Unsurprisingly, the most common professions that result in chronic back pain are those that involve a lot of repeated movement and heavy lifting, such as construction and warehouse workers. However, what you may not realise is that nurses and healthcare workers also have an increasingly high risk of developing back problems. Think of all the lifting, bending, and transporting nursing home workers do in order to tend to patients.
Nurses also spend long hours of the day on their feet. Standing for long periods can lead to postural issues, as the muscles become too tired to keep you upright. When you stop to think about how much heavier that workload has been for our healthcare professions during the past year, it’s less surprising to hear that 70 per cent of nurses will have at least one episode of back pain per year.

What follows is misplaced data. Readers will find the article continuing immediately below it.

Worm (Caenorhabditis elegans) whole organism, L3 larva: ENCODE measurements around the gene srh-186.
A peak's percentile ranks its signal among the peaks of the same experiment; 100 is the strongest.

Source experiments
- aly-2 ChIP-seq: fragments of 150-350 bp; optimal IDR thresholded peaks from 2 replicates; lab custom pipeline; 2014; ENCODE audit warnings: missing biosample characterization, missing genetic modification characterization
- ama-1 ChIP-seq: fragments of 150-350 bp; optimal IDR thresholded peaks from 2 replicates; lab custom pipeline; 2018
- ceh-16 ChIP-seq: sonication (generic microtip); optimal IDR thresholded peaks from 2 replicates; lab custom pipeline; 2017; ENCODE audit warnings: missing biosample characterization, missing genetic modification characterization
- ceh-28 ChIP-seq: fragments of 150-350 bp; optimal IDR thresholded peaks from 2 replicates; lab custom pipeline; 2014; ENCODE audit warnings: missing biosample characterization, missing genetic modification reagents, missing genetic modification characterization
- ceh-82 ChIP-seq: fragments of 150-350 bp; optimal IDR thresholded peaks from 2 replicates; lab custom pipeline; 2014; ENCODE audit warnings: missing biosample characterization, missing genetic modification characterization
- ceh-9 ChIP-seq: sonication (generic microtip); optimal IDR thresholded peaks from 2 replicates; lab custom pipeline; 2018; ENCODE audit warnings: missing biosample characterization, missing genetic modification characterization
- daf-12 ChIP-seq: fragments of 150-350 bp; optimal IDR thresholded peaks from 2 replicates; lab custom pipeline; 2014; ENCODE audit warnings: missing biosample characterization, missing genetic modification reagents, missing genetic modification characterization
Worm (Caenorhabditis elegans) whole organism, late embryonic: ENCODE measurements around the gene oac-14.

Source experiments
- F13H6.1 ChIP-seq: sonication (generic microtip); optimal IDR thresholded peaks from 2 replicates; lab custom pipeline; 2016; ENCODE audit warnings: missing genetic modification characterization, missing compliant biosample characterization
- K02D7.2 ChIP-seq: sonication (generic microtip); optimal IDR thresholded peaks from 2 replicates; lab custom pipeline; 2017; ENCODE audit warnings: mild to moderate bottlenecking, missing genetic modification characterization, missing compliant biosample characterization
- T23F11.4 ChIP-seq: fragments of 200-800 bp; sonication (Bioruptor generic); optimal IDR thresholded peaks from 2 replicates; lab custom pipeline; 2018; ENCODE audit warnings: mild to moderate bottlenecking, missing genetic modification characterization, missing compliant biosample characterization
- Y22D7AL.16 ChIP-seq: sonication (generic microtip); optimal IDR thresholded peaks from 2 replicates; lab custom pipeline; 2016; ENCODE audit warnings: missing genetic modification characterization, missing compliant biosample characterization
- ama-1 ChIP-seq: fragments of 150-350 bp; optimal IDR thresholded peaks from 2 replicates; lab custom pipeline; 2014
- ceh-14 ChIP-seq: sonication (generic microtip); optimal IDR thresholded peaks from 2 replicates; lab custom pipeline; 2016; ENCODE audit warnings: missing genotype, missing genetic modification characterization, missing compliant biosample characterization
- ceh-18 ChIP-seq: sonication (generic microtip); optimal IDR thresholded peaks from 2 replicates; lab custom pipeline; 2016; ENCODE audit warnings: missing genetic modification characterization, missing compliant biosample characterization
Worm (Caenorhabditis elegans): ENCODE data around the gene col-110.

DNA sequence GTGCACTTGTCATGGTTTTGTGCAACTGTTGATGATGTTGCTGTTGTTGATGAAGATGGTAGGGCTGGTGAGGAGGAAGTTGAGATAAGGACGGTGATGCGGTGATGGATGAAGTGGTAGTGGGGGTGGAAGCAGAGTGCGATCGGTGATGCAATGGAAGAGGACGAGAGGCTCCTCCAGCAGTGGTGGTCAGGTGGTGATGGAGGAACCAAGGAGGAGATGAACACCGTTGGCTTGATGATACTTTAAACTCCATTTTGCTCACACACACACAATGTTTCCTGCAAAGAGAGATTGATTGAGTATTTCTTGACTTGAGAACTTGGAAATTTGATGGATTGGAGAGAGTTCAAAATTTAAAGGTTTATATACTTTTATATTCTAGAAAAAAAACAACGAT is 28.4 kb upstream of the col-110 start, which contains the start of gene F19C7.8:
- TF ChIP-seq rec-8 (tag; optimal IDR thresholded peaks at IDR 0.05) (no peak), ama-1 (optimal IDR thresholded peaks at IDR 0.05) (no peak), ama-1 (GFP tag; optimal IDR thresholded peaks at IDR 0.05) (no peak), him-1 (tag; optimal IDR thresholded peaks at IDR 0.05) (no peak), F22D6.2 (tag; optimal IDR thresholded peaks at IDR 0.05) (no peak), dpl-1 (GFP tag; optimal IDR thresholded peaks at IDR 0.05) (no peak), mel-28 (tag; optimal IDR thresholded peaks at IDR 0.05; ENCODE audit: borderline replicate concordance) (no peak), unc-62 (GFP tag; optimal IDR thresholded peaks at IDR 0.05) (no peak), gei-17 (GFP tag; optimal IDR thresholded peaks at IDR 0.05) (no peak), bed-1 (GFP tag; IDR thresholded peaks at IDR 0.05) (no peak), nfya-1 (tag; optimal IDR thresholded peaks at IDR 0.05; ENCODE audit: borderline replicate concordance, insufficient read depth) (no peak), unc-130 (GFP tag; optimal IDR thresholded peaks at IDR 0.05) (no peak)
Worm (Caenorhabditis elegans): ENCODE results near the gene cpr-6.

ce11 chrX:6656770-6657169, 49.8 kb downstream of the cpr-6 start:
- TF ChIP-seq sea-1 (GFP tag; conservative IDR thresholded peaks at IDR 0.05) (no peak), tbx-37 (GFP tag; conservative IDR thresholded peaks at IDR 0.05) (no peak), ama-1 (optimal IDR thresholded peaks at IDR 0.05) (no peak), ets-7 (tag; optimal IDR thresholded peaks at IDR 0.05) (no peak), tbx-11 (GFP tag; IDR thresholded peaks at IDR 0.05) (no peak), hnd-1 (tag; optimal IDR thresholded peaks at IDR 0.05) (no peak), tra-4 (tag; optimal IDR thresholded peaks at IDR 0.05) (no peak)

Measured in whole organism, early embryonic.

Professions that also require a lot of time on your feet are hairdressers, cabin crew, retail, and food service workers. While a job that keeps you on your feet may sound healthier than sitting at a desk all day, standing and walking for too long can be just as detrimental to your physical health. Even with the most comfortable pair of shoes, being on your feet all day will still cause problems in the long run.
Many of these workers are prone to leaning on one dominant side, putting even more pressure on the ankle and foot, and rarely do they get a chance to sit down. While many professions can be hard on your feet, taking the right steps to treat pain can prevent bigger issues.
In a surprising twist of fate, working in dentistry actually poses a higher risk of temporomandibular disorders (TMD) and bruxism, along with those who work in the high-tech sectors. TMD and bruxism are caused by the constant grinding or clenching of the teeth and are most commonly associated with stress and anxiety. This can cause a tightening of the facial muscles, meaning those roles that require high levels of concentration or are stress-inducing can often result in severe and long-lasting pain in the face.
Constant movement of the jaw can also often result in TMD, meaning those that work in roles that require a lot of speaking – for example, call centre workers – are also prone to suffering pain.